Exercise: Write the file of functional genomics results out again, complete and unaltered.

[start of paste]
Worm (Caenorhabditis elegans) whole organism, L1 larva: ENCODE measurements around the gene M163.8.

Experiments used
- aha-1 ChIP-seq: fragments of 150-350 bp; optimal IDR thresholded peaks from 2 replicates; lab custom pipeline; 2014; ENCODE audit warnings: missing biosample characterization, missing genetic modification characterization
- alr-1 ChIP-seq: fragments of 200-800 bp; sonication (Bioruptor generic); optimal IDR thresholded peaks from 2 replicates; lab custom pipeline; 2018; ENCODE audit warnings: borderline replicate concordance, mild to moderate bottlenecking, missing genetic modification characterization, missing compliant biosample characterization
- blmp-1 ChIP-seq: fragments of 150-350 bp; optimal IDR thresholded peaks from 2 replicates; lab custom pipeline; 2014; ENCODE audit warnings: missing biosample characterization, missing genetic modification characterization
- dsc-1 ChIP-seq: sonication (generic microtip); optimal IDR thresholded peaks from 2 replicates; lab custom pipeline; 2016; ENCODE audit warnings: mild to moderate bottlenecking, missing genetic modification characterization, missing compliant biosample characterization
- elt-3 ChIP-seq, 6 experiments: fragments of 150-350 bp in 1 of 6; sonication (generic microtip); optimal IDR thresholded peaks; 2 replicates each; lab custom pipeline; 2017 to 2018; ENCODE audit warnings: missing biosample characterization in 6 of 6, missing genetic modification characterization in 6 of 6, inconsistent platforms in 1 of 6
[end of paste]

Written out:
Worm (Caenorhabditis elegans) whole organism, L1 larva: ENCODE measurements around the gene M163.8.

Experiments used
- aha-1 ChIP-seq: fragments of 150-350 bp; optimal IDR thresholded peaks from 2 replicates; lab custom pipeline; 2014; ENCODE audit warnings: missing biosample characterization, missing genetic modification characterization
- alr-1 ChIP-seq: fragments of 200-800 bp; sonication (Bioruptor generic); optimal IDR thresholded peaks from 2 replicates; lab custom pipeline; 2018; ENCODE audit warnings: borderline replicate concordance, mild to moderate bottlenecking, missing genetic modification characterization, missing compliant biosample characterization
- blmp-1 ChIP-seq: fragments of 150-350 bp; optimal IDR thresholded peaks from 2 replicates; lab custom pipeline; 2014; ENCODE audit warnings: missing biosample characterization, missing genetic modification characterization
- dsc-1 ChIP-seq: sonication (generic microtip); optimal IDR thresholded peaks from 2 replicates; lab custom pipeline; 2016; ENCODE audit warnings: mild to moderate bottlenecking, missing genetic modification characterization, missing compliant biosample characterization
- elt-3 ChIP-seq, 6 experiments: fragments of 150-350 bp in 1 of 6; sonication (generic microtip); optimal IDR thresholded peaks; 2 replicates each; lab custom pipeline; 2017 to 2018; ENCODE audit warnings: missing biosample characterization in 6 of 6, missing genetic modification characterization in 6 of 6, inconsistent platforms in 1 of 6